After receiving a summons, Lucien Messan, managing editor of the privately-owned Le Combat du Peuple, went to the Lomé gendarmerie on 23 May 2001. There he was told that the interior minister had lodged a complaint against him for "forgery and the use of forgeries". The journalist was immediately taken to Lomé civilian jail. He was accused of signing an ATEPP communiqué although he was not the managing editor of his publication. It was his son, Messan S. Junior, who was managing editor of Le Combat du Peuple and thus had the authority to sign ATEPP documents. The communiqué in question denounced statements by Togo’s prime minister to the effect that "publishing managers have unanimously affirmed that there have never been hundreds of deaths in Togo". ATEPP accused the government of "trying to use the private-sector press". On 5 June Lucien Messan was sentenced to 18 months’ imprisonment, six of which were suspended, for "forgery and use of forgeries" by the Lomé court of first instance. On the evening of 28 October the journalist was pardoned by the president. Once out of jail he continued his work and said that "jail has changed nothing". He also criticised his conditions of detention: "There were 1,200 prisoners in a courtyard of 60 by 60 metres. If you haven’t got money you die. It’s terrible. I wasn’t allowed a visit for over a month".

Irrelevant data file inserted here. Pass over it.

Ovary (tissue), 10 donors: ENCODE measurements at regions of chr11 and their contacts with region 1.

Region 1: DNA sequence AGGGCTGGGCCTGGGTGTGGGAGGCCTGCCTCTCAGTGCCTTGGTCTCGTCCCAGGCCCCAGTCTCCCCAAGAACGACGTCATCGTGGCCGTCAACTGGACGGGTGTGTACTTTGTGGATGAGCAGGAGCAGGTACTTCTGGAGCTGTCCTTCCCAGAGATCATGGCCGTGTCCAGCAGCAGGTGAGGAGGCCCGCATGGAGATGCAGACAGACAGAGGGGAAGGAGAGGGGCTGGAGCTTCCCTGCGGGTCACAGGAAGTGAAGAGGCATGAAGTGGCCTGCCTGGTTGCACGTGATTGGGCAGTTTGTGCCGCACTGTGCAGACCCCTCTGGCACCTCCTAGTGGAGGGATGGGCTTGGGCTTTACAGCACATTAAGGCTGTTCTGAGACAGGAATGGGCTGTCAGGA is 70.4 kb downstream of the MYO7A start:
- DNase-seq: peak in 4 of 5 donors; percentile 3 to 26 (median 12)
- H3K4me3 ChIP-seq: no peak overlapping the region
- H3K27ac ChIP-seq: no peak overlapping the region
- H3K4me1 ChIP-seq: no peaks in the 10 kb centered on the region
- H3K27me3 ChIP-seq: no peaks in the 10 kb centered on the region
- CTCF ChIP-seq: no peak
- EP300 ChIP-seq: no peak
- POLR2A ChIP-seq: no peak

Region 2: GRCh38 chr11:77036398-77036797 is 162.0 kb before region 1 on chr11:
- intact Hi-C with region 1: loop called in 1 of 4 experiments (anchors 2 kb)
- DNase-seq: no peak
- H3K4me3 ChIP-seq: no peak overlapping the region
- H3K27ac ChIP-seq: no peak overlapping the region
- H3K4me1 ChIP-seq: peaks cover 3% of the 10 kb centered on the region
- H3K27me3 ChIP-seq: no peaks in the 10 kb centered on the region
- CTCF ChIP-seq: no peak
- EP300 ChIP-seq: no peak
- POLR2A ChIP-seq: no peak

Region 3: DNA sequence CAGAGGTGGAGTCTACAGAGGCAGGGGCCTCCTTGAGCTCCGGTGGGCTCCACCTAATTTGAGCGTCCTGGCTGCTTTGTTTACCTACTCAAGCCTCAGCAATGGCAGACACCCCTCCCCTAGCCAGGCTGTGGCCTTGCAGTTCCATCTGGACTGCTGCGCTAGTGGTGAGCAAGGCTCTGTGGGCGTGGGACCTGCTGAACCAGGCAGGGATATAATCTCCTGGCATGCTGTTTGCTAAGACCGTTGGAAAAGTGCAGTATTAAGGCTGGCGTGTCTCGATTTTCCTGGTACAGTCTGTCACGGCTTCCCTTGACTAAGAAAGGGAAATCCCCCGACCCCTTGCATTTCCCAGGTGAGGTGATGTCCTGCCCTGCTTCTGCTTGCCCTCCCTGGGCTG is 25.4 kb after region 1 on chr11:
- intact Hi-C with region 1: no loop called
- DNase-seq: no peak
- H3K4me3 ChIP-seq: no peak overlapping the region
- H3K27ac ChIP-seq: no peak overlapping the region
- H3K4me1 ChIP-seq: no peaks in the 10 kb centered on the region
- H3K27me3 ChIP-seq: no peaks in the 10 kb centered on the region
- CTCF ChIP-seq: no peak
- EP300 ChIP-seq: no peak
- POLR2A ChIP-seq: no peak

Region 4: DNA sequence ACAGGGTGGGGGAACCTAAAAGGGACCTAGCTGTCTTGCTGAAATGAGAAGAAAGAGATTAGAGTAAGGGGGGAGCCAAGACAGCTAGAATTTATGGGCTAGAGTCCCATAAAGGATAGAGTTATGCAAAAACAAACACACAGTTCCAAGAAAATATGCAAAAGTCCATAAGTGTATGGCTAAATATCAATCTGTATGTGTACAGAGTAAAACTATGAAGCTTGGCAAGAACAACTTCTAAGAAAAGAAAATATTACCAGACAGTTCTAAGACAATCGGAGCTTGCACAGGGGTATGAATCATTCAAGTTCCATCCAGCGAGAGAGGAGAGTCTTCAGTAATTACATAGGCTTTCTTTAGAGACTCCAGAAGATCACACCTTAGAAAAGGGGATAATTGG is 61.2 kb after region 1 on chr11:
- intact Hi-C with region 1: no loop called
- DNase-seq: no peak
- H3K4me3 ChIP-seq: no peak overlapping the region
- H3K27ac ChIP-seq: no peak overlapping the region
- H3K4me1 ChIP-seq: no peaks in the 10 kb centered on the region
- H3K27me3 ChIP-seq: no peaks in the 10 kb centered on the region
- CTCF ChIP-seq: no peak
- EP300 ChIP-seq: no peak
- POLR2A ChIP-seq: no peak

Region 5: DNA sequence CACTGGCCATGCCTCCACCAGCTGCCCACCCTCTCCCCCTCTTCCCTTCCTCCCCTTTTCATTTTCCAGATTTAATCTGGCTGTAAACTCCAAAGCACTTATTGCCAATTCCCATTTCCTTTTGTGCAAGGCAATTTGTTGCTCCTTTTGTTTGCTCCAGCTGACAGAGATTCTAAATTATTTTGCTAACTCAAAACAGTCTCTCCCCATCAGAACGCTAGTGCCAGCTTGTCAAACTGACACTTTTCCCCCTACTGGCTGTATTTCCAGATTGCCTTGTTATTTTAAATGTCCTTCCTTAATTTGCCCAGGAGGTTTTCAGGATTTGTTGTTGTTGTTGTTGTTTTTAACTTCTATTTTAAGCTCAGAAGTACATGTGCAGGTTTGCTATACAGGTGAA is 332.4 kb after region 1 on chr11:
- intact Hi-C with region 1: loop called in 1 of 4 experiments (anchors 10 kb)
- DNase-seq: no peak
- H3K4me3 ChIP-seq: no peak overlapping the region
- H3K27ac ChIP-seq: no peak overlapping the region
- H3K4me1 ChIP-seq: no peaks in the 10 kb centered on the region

Alphonse Klu, managing editor of Nouvel Echo, went to the interior ministry on 13 October after receiving a summons. He was immediately put into custody at the Lomé gendarmerie and told to divulge his sources in an article stating that a senior government official was hiding "several billion" CFA francs in his cellar. He was released on 30 October, charged with "spreading false news" and authorised to "appear freely" in his trial.